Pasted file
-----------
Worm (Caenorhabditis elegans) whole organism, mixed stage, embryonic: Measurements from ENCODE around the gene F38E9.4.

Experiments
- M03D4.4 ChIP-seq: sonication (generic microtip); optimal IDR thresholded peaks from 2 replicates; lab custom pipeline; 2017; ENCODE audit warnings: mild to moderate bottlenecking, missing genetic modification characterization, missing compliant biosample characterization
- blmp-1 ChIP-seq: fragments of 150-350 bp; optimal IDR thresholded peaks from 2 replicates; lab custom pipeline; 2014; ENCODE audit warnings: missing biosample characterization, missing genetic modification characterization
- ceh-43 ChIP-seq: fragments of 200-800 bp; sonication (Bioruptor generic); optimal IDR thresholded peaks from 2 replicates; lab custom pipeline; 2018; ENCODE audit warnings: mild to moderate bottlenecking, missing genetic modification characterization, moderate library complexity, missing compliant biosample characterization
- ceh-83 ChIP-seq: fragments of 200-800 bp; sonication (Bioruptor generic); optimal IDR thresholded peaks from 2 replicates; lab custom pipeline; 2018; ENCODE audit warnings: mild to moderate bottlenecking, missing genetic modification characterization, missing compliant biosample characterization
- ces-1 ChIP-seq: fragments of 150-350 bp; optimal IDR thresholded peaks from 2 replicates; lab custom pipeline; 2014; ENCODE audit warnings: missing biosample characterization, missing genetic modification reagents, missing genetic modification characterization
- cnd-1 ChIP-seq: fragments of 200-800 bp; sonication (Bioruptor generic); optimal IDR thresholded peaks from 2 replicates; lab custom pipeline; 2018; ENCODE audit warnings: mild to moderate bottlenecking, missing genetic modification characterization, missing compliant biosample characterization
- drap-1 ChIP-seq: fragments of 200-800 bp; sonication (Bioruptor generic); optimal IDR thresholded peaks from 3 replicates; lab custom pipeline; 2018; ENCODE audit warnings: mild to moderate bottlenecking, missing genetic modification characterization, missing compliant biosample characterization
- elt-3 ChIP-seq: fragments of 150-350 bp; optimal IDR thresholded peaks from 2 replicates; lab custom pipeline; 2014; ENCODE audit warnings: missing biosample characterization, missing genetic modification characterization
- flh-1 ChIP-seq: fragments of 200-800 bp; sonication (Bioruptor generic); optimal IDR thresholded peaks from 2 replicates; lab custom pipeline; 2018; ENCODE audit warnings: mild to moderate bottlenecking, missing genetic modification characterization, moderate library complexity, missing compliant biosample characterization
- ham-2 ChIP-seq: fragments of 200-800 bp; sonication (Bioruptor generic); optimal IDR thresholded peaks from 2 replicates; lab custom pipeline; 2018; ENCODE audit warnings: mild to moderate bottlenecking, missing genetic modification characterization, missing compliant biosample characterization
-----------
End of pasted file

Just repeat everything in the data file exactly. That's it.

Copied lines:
Worm (Caenorhabditis elegans) whole organism, mixed stage, embryonic: Measurements from ENCODE around the gene F38E9.4.

Experiments
- M03D4.4 ChIP-seq: sonication (generic microtip); optimal IDR thresholded peaks from 2 replicates; lab custom pipeline; 2017; ENCODE audit warnings: mild to moderate bottlenecking, missing genetic modification characterization, missing compliant biosample characterization
- blmp-1 ChIP-seq: fragments of 150-350 bp; optimal IDR thresholded peaks from 2 replicates; lab custom pipeline; 2014; ENCODE audit warnings: missing biosample characterization, missing genetic modification characterization
- ceh-43 ChIP-seq: fragments of 200-800 bp; sonication (Bioruptor generic); optimal IDR thresholded peaks from 2 replicates; lab custom pipeline; 2018; ENCODE audit warnings: mild to moderate bottlenecking, missing genetic modification characterization, moderate library complexity, missing compliant biosample characterization
- ceh-83 ChIP-seq: fragments of 200-800 bp; sonication (Bioruptor generic); optimal IDR thresholded peaks from 2 replicates; lab custom pipeline; 2018; ENCODE audit warnings: mild to moderate bottlenecking, missing genetic modification characterization, missing compliant biosample characterization
- ces-1 ChIP-seq: fragments of 150-350 bp; optimal IDR thresholded peaks from 2 replicates; lab custom pipeline; 2014; ENCODE audit warnings: missing biosample characterization, missing genetic modification reagents, missing genetic modification characterization
- cnd-1 ChIP-seq: fragments of 200-800 bp; sonication (Bioruptor generic); optimal IDR thresholded peaks from 2 replicates; lab custom pipeline; 2018; ENCODE audit warnings: mild to moderate bottlenecking, missing genetic modification characterization, missing compliant biosample characterization
- drap-1 ChIP-seq: fragments of 200-800 bp; sonication (Bioruptor generic); optimal IDR thresholded peaks from 3 replicates; lab custom pipeline; 2018; ENCODE audit warnings: mild to moderate bottlenecking, missing genetic modification characterization, missing compliant biosample characterization
- elt-3 ChIP-seq: fragments of 150-350 bp; optimal IDR thresholded peaks from 2 replicates; lab custom pipeline; 2014; ENCODE audit warnings: missing biosample characterization, missing genetic modification characterization
- flh-1 ChIP-seq: fragments of 200-800 bp; sonication (Bioruptor generic); optimal IDR thresholded peaks from 2 replicates; lab custom pipeline; 2018; ENCODE audit warnings: mild to moderate bottlenecking, missing genetic modification characterization, moderate library complexity, missing compliant biosample characterization
- ham-2 ChIP-seq: fragments of 200-800 bp; sonication (Bioruptor generic); optimal IDR thresholded peaks from 2 replicates; lab custom pipeline; 2018; ENCODE audit warnings: mild to moderate bottlenecking, missing genetic modification characterization, missing compliant biosample characterization